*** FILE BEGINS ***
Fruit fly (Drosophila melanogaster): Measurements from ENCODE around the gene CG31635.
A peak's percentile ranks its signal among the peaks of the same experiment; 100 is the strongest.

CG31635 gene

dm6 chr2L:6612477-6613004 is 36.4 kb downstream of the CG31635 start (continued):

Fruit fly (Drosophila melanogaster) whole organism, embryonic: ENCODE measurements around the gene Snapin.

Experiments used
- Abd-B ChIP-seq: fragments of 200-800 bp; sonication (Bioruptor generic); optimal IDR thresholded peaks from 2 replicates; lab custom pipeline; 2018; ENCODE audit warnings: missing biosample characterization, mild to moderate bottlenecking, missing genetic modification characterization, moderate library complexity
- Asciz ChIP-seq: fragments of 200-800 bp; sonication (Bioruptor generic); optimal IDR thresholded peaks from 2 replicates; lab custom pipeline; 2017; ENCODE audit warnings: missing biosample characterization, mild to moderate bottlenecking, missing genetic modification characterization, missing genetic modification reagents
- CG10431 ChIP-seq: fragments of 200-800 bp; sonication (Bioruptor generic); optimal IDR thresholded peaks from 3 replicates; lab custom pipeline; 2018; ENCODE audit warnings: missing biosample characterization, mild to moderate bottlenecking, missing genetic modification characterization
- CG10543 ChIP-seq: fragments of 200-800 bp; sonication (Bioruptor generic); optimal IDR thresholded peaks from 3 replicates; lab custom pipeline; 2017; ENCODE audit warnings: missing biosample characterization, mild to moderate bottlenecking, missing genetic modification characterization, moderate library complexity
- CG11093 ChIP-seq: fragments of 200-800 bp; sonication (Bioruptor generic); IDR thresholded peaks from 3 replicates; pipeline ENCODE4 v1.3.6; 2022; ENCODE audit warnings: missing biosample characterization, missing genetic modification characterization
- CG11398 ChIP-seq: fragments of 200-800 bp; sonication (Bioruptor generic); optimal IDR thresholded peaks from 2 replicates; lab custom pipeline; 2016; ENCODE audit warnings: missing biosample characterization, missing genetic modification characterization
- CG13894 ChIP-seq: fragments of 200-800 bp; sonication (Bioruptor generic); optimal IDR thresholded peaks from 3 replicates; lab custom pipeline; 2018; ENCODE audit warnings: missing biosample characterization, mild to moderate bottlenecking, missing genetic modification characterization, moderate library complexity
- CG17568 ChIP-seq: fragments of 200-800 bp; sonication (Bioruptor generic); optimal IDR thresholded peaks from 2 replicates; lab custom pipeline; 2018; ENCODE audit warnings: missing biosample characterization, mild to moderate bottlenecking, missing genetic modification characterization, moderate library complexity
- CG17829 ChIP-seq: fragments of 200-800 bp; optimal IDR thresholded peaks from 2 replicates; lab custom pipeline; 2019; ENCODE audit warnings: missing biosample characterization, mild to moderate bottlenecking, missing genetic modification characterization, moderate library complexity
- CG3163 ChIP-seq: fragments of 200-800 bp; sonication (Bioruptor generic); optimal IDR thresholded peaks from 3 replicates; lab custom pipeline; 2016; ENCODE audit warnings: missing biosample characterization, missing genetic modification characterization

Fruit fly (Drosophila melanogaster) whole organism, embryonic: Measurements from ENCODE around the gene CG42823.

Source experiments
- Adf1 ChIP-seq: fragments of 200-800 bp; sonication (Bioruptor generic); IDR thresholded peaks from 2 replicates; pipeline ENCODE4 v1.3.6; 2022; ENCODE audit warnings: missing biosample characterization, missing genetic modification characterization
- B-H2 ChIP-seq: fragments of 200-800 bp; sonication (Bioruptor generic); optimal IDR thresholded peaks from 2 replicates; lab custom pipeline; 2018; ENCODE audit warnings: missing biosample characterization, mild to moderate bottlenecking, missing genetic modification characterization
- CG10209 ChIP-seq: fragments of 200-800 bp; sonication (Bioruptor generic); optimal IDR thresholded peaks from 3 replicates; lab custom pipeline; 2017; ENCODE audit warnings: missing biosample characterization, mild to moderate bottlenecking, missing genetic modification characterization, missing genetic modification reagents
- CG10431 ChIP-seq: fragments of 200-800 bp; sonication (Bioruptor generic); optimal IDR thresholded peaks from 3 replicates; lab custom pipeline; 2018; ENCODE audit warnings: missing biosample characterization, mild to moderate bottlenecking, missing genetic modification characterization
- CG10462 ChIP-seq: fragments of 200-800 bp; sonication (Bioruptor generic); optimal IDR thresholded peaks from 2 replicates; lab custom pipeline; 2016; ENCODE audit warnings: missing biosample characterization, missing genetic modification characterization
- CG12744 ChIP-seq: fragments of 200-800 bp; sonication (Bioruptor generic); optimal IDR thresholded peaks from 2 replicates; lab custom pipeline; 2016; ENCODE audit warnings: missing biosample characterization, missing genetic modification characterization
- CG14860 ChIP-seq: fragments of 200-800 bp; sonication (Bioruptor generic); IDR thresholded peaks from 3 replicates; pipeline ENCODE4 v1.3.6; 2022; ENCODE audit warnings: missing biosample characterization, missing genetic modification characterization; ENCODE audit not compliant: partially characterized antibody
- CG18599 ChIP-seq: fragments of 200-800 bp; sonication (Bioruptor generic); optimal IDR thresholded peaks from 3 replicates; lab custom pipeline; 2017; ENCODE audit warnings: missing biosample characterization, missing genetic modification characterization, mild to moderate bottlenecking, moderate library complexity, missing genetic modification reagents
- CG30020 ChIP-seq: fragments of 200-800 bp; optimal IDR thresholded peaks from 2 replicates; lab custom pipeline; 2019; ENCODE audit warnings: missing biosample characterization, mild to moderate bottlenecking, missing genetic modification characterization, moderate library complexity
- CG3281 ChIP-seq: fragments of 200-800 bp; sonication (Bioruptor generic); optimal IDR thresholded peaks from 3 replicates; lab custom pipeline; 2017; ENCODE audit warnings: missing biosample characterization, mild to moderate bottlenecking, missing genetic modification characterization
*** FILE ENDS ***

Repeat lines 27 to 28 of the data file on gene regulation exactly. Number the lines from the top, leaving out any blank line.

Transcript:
- CG30020 ChIP-seq: fragments of 200-800 bp; optimal IDR thresholded peaks from 2 replicates; lab custom pipeline; 2019; ENCODE audit warnings: missing biosample characterization, mild to moderate bottlenecking, missing genetic modification characterization, moderate library complexity
- CG3281 ChIP-seq: fragments of 200-800 bp; sonication (Bioruptor generic); optimal IDR thresholded peaks from 3 replicates; lab custom pipeline; 2017; ENCODE audit warnings: missing biosample characterization, mild to moderate bottlenecking, missing genetic modification characterization